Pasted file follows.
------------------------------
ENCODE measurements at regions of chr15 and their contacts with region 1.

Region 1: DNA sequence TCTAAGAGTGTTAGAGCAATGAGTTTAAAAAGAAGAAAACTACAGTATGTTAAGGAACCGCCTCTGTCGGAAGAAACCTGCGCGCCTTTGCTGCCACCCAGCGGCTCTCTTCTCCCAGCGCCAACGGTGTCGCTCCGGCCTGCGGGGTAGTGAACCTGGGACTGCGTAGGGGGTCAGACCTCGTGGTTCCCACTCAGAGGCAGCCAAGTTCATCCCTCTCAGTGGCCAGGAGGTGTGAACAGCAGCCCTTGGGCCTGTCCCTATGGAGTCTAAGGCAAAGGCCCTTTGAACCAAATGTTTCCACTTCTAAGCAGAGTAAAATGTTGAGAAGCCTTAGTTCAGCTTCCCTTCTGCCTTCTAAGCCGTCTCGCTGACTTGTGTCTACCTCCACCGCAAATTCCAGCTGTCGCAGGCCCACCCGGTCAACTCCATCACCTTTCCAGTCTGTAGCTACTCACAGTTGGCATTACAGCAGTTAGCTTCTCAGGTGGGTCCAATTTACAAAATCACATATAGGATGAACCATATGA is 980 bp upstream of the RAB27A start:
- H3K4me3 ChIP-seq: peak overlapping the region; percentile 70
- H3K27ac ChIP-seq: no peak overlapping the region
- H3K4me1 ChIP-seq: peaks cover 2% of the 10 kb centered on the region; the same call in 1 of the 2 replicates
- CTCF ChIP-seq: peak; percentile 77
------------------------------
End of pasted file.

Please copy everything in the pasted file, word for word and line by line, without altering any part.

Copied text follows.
ENCODE measurements at regions of chr15 and their contacts with region 1.

Region 1: DNA sequence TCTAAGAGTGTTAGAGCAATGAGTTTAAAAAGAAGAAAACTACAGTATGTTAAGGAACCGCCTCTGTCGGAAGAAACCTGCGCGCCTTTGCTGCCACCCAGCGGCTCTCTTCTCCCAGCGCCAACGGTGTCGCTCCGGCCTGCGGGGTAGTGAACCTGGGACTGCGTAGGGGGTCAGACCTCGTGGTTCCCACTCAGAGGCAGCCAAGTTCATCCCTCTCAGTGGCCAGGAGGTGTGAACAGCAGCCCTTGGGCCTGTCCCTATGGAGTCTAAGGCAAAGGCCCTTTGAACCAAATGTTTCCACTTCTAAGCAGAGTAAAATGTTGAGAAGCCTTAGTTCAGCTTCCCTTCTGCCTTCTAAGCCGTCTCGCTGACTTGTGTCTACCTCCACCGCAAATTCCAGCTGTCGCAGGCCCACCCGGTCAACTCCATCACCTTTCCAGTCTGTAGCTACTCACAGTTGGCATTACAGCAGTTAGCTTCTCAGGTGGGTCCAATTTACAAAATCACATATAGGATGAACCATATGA is 980 bp upstream of the RAB27A start:
- H3K4me3 ChIP-seq: peak overlapping the region; percentile 70
- H3K27ac ChIP-seq: no peak overlapping the region
- H3K4me1 ChIP-seq: peaks cover 2% of the 10 kb centered on the region; the same call in 1 of the 2 replicates
- CTCF ChIP-seq: peak; percentile 77